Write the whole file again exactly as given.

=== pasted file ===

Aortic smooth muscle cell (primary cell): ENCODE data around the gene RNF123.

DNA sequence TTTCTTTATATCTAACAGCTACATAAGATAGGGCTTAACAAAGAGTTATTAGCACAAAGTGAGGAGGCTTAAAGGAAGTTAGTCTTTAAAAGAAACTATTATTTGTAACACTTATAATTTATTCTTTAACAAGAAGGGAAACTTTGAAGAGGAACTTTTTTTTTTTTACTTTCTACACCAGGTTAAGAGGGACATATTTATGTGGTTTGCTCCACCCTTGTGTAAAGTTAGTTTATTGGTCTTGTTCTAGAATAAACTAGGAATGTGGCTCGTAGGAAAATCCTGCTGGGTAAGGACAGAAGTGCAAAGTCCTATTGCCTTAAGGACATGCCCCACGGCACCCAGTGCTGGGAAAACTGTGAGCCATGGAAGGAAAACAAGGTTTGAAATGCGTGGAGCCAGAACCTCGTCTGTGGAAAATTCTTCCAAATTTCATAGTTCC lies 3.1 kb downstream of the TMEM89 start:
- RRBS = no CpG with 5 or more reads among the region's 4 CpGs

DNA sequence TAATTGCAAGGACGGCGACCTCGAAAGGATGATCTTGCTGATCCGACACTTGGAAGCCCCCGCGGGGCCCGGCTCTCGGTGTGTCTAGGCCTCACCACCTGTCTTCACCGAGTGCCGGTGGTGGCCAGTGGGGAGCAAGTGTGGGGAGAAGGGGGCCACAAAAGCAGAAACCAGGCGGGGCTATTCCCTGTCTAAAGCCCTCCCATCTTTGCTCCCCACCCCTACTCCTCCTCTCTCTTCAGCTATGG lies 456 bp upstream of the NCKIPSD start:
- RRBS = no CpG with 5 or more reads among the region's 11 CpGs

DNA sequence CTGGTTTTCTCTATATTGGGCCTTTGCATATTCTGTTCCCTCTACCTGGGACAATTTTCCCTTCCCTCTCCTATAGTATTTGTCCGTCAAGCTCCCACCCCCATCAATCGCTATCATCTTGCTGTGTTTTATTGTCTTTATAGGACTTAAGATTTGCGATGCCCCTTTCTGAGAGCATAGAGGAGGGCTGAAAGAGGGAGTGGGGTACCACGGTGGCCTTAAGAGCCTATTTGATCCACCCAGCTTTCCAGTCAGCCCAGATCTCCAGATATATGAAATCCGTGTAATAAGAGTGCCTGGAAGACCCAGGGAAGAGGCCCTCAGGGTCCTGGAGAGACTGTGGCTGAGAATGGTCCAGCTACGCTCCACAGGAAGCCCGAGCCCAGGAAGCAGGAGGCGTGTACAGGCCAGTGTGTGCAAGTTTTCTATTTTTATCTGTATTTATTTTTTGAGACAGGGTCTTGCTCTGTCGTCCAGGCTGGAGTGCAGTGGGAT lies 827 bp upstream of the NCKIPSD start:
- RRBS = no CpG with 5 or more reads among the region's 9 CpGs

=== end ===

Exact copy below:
Aortic smooth muscle cell (primary cell): ENCODE data around the gene RNF123.

DNA sequence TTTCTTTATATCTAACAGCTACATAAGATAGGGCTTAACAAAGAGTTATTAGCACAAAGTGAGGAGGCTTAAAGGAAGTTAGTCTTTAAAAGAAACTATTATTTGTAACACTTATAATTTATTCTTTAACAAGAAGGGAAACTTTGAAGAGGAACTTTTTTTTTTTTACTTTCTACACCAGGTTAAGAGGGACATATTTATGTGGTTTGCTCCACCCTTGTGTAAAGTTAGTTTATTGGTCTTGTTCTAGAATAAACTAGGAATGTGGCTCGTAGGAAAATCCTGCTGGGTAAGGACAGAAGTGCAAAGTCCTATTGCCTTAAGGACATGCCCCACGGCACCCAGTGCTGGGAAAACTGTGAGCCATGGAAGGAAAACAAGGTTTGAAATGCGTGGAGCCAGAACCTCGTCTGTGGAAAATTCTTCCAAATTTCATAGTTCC lies 3.1 kb downstream of the TMEM89 start:
- RRBS = no CpG with 5 or more reads among the region's 4 CpGs

DNA sequence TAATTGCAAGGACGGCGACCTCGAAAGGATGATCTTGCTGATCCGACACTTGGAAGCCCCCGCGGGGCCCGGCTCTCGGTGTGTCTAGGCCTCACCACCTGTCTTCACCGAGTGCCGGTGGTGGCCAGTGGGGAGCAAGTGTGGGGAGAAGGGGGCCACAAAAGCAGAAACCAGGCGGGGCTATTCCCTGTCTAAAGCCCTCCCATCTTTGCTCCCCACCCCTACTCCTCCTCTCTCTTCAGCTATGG lies 456 bp upstream of the NCKIPSD start:
- RRBS = no CpG with 5 or more reads among the region's 11 CpGs

DNA sequence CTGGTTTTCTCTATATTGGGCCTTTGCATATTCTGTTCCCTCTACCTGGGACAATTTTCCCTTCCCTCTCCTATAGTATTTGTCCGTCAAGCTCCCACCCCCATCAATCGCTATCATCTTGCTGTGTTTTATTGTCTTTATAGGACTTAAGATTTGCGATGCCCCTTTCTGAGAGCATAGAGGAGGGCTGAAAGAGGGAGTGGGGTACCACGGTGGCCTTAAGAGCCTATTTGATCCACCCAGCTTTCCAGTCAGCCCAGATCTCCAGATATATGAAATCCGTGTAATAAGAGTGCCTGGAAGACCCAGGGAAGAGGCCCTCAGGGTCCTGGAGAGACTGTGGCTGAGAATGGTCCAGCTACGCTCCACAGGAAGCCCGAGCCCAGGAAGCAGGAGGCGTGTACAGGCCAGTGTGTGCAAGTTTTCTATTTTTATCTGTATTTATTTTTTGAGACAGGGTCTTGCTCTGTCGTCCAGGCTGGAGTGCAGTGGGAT lies 827 bp upstream of the NCKIPSD start:
- RRBS = no CpG with 5 or more reads among the region's 9 CpGs